Several structures of FnIII domains have been solved within the last decades, and despite high tertiary structure similarities they tend to share low sequence identity. This is also evident from the I-TASSER structure prediction where sequence identities with the used templates range from 12.6 to 23.2%. All top solutions had sequence coverage from 91.3 to 94.1%. The tertiary structure of the FnIII domains consist of a β-sheet built up by B, C, E and F β-strands, and a β-sheet composed of A, C’ and G β-strands. A hydrophobic core stabilizes the domain. The topology of the FnIII domain has previously been shown to have conserved Trp residues as well as a hydrophobic pattern building up the hydrophobic core. When inspecting the sequences of the FLRTs FnIII domains it can be seen the also contain this hydrophobic pattern (see Fig. S3). Taken together, the modelling of the FLRT FnIIIs seems reliable, within the limits imposed by low sequence identity with the used templates. All models modelled by I-TASSER placed the two Cys residues in close vicinity, even though the templates used for modeling did not contain cysteines. This suggests that a disulphide bridge could be formed between the F and G strand (see Fig. 5), explaining the effect of DTT in the stability of the FLRT1 and FLRT3 FnIII domains. For the FLRT2 FnIII domain the situation is not as clear. The thermal unfolding showed no effect of DTT, and this could be due to partial unfolding or misfolding, but a disulphide bond may be formed in vivo.
Interactions between with FGFR1 and FLRT FnIII domains
Since the Xenopus FLRT3 FnIII domain has been shown in vivo by truncation experiments to interact with FGFR1 (Böttcher et al., 2004), we tried to see if interaction between human FLRT FnIII domains and FGFR1 could be demonstrated in vitro. Surface plasmon resonance (SPR) analysis with FGFR1β immobilized on the chip, and FLRT FnIII domains in solution demonstrated the expected binding between FGFR1β and FLRT FnIII domains (see Fig. S4). On the same chip an Ig domain had been immobilized as negative control to detect unspecific binding. No unspecific binding was observed for any of the tested FnIII domains (see Fig. S4). By steady state fitting we roughly estimated the Kd’s for the interaction between FGFR1β and the FnIII domains. The Kds are all in the µM range (see Fig. S4), which corresponds to Kd values obtained for other FGFR-FnIII domains interactions (Christensen et al., 2006). The Kds should only be taken as indicative as the measurements were only performed twice. Interestingly, although the FLRT2 FnIII domain shows lower affinity than the other two, the Kd is in a similar range suggesting that the domain is at least partly correctly folded.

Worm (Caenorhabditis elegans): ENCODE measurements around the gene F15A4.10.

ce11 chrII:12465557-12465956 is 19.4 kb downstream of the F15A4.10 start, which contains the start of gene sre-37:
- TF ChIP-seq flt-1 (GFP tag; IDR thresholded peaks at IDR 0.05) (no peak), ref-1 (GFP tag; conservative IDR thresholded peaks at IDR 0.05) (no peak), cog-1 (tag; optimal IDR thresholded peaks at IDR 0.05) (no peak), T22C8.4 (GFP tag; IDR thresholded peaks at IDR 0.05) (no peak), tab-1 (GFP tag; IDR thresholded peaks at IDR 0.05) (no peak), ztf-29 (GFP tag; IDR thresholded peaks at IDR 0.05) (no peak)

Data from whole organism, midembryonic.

Here we present a protocol for expression and on-column refolding of FLRT FnIII domains. It can be concluded that codon optimization had significant effects on the expression levels, when compared to non-codon optimized constructs. Moreover, it can be concluded that on-column refolding of FLRTs-FnIII domains can be performed successfully as seen from CD experiments and NMR studies, but also that protease inhibitors should be included in future studies, since the domains are prone to cleavage. Also, we concluded from a combination of modelling and stability studies that a Cys–Cys bridge between the F and G strands might be necessary to stabilize the FnIII domains. Finally, we show that all three recombinant human FLRT FnIII domains in vitro bind FGFR1b with Kd values in the µM range. Binding of FLRT proteins to FGFRs have been reported to include both extracellular and intracellular interactions (Wei et al., 2011), but our data demonstrate that FLRT FnIII domains alone are sufficient to mediate FLRT-FGFR interaction in vitro. We speculate that differences in the primary, secondary or tertiary structures of FLRT FnIII domains might contribute to different binding affinities between different members of FLRT and FGFR families, hence ensuring variability in the biological responses to FLRT-FGFR interactions.